World Diabetes Day is every year on November 14, ?rst created in 1991 by the International Diabetes Foundation and the World Health Organization. Diabetes is a chronic disease where the pancreas doesn’t produce enough insulin if any at all. It also leads to serious health conditions and, in many ways, can be prevent-able. That’s why we take this day to spread awareness and education. It has grown from humble beginnings to become a globally-celebrated event which increases awareness about diabetes.
Comprising hundreds of campaigns, activities, screenings, lecture, meetings and more, World Diabetes Day is proving internationally effective in spreading the message about diabetes and raising awareness for the condition.
World Diabetes Day is internationally recognised and is an of?cial United Nations Day.
Essentially, diabetes is about the body’s ability (or lack of it) to produce the required amount of a hormone called insulin to control glucose levels in the blood. There are broadly two types of diabetes:
Type 1 requires daily administration of arti?cial insulin by means of injection or insulin pump. Type 2 is more generally managed by a combination of dietary control and medication in the form of tablets.
It’s very important that people with diabetes maintain good control of their condition to help reduce and avoid long term complications, and there have been huge advances in this area over recent years. However, it is vitally important that development work continues, to ensure people with the condition can live as normal a life as possible.
The International Diabetes Federation (IDF) will be involved in coordinating activities on the day, so keep an eye out for an event near you! Any help or support you can give this cause will be greatly appreciated by everyone concerned.
November 14th is a signi?cant date in the diabetes calendar because it marks the birthday of the man who co-discovered insulin, Frederick Banting. Banting discovered insu-lin in 1922, alongside Charles Best.
World Diabetes Day was jointly introduced by the World Health Organisation (WHO) and the International Diabetes Federation (IDF). The global diabetes awareness campaign was introduced amidst concern over an escalating diabetes epidemic.
HISTORY OF DIABETES
Diabetes is considered to have been around 1550 BC. The successful extraction and injection of insulin into humans was discovered in 1922. So, comparatively, our understanding of diabetes is quite new compared to its long, arduous march through history.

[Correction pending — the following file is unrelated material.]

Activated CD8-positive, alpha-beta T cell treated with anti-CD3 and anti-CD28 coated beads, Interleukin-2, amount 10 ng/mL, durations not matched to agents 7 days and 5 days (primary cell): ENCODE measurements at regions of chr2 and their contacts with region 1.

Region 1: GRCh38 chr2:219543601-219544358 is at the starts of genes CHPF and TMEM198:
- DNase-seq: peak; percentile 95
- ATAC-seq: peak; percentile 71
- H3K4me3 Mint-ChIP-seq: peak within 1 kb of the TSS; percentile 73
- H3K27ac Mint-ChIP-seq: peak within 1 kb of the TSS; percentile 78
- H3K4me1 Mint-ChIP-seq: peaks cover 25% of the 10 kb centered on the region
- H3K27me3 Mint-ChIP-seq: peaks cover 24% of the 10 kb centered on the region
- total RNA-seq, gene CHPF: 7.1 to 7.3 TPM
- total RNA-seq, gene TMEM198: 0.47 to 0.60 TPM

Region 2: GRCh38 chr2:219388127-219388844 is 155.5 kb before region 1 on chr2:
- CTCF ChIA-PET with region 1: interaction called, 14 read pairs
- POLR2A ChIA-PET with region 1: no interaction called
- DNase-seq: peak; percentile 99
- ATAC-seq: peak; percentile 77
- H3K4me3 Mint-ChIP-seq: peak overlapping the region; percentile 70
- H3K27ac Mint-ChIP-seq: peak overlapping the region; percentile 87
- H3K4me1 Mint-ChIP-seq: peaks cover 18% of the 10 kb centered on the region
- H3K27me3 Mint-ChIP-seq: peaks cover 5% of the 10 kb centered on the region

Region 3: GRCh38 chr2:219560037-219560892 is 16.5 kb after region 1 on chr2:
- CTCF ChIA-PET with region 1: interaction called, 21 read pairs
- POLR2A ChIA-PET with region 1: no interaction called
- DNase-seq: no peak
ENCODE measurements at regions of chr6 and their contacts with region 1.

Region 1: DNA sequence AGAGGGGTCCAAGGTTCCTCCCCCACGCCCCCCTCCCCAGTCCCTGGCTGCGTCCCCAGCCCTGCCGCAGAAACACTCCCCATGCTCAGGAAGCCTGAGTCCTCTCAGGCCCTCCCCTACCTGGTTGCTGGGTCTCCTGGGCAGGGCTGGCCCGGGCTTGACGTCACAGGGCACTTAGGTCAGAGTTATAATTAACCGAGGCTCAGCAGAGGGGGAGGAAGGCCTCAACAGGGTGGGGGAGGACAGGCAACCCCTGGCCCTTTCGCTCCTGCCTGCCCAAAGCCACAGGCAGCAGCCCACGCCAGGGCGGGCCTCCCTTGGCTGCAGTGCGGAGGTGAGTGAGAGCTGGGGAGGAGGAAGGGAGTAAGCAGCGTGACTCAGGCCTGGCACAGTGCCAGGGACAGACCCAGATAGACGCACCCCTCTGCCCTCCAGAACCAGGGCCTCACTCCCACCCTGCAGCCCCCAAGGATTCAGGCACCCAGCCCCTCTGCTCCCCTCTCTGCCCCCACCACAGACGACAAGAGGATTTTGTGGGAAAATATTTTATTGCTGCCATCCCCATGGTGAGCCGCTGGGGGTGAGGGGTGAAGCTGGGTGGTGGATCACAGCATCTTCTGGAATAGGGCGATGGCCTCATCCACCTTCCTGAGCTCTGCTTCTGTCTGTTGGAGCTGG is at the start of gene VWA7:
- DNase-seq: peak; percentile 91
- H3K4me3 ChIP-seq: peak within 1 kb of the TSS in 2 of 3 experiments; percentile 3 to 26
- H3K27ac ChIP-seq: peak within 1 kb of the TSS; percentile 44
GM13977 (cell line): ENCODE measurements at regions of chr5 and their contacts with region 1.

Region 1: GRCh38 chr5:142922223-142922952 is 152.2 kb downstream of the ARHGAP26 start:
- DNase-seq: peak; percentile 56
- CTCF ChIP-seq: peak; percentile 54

The difference between type two and type one started around 1850, where medical professionals at the time believed that they knew enough of the difference between the two to warrant two categories.
Since then, type II diabetes has ballooned to 90 percent of the those affected, with an estimated $425 million individuals affected worldwide. This alarming rise in such a preventable disease is one of the reasons the WHO and IDF wanted to create World Diabetes Day – to help spread awareness of how to prevent contracting the illness.
Having to manage blood sugar levels on a daily basis is a timeconsuming and costly endeavor, as the economic cost of diabetes globally is around $727 billion (USD) and in the US alone it costs almost a third of that, at $245 billion.
The costliness and its prevention create even more reason for us to spread awareness of the disease, and also celebrate the birth of the man who helped bring insulin into the modern world as an effective treatment against it.
Diabetes is a chronic disease that occurs when the pancreas is no longer able to make insulin, or when the body cannot make good use of the insulin it produces.
Insulin is a hormone made by the pancreas, that acts like a key to let glucose from the food we eat pass from the blood stream into the cells in the body to produce energy. All carbohydrate foods are broken down into glucose in the blood. Insulin helps glucose get into the cells.
Not being able to produce insulin or use it effectively leads to raised glucose levels in the blood (known as hyperglycaeNOVEMBER 2019
mia). Over the long-term high
glucose levels are associated with damage to the body and failure of various organs and tissues.
Types of diabetes There are three main types of diabetes – type 1, type 2 and gestational.
• Type 1 diabetes can develop at any age, but occurs most frequently in children and adolescents. When you have type 1 diabetes, your body produces very little or no insulin, which means that you need daily insulin injections to maintain blood glucose levels under control. Learn more.
• Type 2 diabetes is more common in adults and accounts for around 90% of all diabetes cases. When you have type 2 diabetes, your body does not make good use of the insulin that it produces. The cornerstone of type 2 diabetes treatment is healthy lifestyle, including increased physical activity and healthy diet. However, over time most people with type 2 diabetes will require oral drugs and/or insulin to keep their blood glucose levels under control. Learn more.